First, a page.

2. ” Educate yourself so you don’t need to rely on bad information from others ” – this is what I am always saying to my colleagues. Common sense + education = great weapon against stupidos 🙂

  3. My parents are going through an annoyingly hard time getting qualified buyers to put an offer in on their California home. At least their agent is really qualifying the people putting in their submissions. We’ll see if the agent is decent or not when a real offer comes in.

    I’m glad I’m not selling a house right now. So, so glad.

  4. Go with your gut instinct. Don’t rush into anything. Walk away. Due your own due diligence even when the agent does it for you. Build relationships, then when someone says ‘trust’ it holds more weight.

    Enjoy your blog and site – keep it up.

  5. Investing Foreclosures on

    I think it’s especially true in Real Estate for the “Buyer to Beware” A realtor has nothing to lose, and a whole lotta commission to gain.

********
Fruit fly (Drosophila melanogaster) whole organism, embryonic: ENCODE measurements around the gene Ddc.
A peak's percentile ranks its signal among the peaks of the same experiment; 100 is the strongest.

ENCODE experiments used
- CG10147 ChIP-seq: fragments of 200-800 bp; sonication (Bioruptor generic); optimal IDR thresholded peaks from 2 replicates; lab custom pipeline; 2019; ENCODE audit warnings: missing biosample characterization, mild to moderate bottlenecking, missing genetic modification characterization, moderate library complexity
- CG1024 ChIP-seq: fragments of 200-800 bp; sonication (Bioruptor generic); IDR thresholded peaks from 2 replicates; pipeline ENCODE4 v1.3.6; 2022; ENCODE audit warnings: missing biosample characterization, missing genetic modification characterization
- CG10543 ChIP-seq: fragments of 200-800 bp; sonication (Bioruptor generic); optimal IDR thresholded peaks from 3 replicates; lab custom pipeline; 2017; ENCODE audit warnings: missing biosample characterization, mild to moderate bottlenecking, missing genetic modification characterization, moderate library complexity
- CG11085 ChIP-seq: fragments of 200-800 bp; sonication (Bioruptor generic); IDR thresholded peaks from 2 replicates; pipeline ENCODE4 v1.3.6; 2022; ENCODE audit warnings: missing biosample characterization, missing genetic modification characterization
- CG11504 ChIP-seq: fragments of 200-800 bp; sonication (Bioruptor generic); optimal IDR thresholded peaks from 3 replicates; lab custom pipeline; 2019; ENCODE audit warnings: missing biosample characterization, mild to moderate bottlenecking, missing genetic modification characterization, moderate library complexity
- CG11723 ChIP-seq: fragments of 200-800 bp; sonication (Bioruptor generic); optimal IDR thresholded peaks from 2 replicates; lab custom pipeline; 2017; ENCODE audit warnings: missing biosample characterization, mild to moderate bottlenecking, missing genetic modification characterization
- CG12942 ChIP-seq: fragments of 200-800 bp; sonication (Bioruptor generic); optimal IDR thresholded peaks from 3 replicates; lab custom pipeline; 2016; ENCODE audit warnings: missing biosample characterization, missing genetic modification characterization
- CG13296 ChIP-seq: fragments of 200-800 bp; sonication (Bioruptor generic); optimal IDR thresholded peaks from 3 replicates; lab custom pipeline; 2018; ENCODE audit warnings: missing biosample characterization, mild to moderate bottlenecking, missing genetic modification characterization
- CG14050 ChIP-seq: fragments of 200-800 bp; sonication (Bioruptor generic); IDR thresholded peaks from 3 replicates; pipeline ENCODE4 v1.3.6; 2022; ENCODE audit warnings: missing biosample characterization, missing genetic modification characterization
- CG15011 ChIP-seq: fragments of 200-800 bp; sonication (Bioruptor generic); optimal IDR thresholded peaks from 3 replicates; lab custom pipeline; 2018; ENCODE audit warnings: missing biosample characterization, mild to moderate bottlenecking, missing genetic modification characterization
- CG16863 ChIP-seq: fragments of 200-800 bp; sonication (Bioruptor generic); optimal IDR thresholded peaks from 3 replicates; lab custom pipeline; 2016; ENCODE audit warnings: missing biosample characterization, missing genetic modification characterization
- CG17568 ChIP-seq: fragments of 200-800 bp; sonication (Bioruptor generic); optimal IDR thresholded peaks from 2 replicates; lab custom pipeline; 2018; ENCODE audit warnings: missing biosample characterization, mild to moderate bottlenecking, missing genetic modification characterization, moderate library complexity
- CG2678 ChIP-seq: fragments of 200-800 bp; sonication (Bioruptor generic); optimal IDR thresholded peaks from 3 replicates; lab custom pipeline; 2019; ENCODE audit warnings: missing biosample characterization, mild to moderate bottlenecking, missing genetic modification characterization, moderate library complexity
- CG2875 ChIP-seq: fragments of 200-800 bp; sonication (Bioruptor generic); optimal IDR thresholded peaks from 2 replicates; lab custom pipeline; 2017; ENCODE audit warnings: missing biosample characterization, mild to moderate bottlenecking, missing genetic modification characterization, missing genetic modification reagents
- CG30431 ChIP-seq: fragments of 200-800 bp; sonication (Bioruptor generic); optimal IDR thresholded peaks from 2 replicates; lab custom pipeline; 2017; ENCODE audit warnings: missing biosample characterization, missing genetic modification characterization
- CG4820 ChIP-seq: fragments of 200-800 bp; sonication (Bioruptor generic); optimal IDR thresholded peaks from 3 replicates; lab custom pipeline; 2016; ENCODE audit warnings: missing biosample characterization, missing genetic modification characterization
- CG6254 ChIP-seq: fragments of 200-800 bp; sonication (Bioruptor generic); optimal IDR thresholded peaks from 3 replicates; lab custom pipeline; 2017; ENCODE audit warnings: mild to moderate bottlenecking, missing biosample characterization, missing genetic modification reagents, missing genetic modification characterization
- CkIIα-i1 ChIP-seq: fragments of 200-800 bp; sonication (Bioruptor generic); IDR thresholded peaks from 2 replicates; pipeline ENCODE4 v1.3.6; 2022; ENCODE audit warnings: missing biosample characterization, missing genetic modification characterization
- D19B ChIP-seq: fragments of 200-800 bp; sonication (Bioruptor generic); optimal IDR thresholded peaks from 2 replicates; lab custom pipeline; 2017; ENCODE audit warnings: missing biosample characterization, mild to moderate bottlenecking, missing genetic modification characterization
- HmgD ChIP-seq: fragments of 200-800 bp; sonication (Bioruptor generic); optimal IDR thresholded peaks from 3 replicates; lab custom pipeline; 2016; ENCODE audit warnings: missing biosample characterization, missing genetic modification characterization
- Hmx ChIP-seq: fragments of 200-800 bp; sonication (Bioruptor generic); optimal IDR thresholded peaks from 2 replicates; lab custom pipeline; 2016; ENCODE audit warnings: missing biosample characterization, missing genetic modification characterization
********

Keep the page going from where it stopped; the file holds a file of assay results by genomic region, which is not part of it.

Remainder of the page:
Do your homework, ask tough questions, and don’t feel rushed into doing anything!

  6. Self education certainly is the best answer! Another trouble I have run into on a property I own is a title company mishap that has me running all of my businesses on credit right now! The debt piles up, and while I’m sure I will be paid off from legal reciprocation, in the mean time, my credit history gets destroyed.

  7. Real estate is a shady business. You need to have a very healthy sense of skepticism as well as a LOT of common sense (which seems to be not-so-common). I’m always surprised how many fast-talking con-men (and women) are out there that made a TON of cash in the last few years. Not only do you need to be a people person, but being naive will drain your pocketbook.

  8. Jim Harrison on

    This “Trust me” comment . .spoken by people who you barely know, is something you really need to be careful of. I’ve had several situations where people were very dishonest and I was hurt.